The anti-extradition bill protests, which began this June, are still ongoing after six months. But protesters are making wider demands including an independent commission of inquiry to investigate police behaviour, the unconditional release of all arrested protesters, and universal suffrage, as well as retraction of the riot characterisation.

"November 17" police arrow leg Hong Kong Polytechnic University
Photo: Galileo Cheng.

As of December 16, the Hong Kong police said that 6,105 protesters had been arrested over the demonstrations, of whom 978 have been prosecuted. So far, 517 of them have been charged with rioting.

One of the reasons for the high number of protesters facing the charge is due to the siege of the Hong Kong Polytechnic University. The government stated that anyone inside the university would be charged with rioting.

Those arrested included 51 people who said they were volunteer medics or journalists. Darren Mann, a Hong Kong-based surgeon condemned the police for arresting medics, saying that the move violated international humanitarian standards. He published his criticism in the leading medical journal Lancet.

There were also people who protested outside the school or in nearby areas in an effort to rescue those inside. Nevertheless, 242 of them were arrested and charged with rioting. Court proceedings for the 242 continued until 1am at some of the city’s courts.

Controversial cases

There have also been some controversial prosecutions under the rioting charge.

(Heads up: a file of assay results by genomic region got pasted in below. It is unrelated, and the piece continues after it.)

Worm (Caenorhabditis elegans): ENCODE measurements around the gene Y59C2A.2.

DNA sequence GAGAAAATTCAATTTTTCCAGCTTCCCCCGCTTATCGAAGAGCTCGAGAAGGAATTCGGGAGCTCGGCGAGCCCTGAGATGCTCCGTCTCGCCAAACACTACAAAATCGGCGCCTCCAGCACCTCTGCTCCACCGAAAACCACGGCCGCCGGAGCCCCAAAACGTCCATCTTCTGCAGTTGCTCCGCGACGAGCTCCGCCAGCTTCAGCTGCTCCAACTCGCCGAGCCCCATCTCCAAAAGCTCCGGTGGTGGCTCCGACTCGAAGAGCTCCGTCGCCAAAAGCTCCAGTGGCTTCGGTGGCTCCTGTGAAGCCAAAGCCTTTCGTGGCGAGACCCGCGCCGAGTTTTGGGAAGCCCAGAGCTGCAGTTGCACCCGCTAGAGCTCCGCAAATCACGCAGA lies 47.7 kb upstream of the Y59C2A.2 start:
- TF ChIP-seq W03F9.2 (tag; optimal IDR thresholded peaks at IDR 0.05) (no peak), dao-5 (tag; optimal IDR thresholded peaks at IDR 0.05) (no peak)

Jackie Chen
Jackie Chen after being pepper-sprayed. Photo:

Elaine To, Henry Tong and Natalie Lee were all arrested near Des Voeux Road West in Sheung Wan on July 28. Defence lawyers previously told the court that To and Tong were trying to help Lee to her feet when the trio were arrested by riot police.

Prosecutors have also been criticised for withholding evidence from defence lawyers in cases involving 16 people charged with rioting. The defendants included frontline social worker Jackie Chen who was arrested on August 31 in the vicinity of Wan Chai and Causeway Bay. Chen has often been seen on the frontlines urging the police to de-escalate and not use force.

Raymond Yeung, a liberal studies teacher at the elite Diocesan Girls’ School, was arrested on June 12 in Admiralty on suspicion of rioting and was released unconditionally later in October.

But he was hit in the face by a police projectile and fragments of his shattered glasses went into his eyes. His right eye has only 2.5 per cent eyesight remaining, according to a Ming Pao interview.

riots paris graffiti hong kong protest china extradition
File photo: Tom Grundy/HKFP.

The term “rioter” has appeared over 200 times in government press releases and countless times in state media reports during the protests. But demonstrators remain critical of the term, with a banner unfurled by activists in the legislature chamber on July 1 reading: “There are no rioters, only a tyrannical regime.”

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Kris Cheng is a Hong Kong journalist with an interest in local politics. His work has been featured in Washington Post, Public Radio International, Hong Kong Economic Times and others. He has a BSSc in Sociology from the Chinese University of Hong Kong. Kris is HKFP's Editorial Director.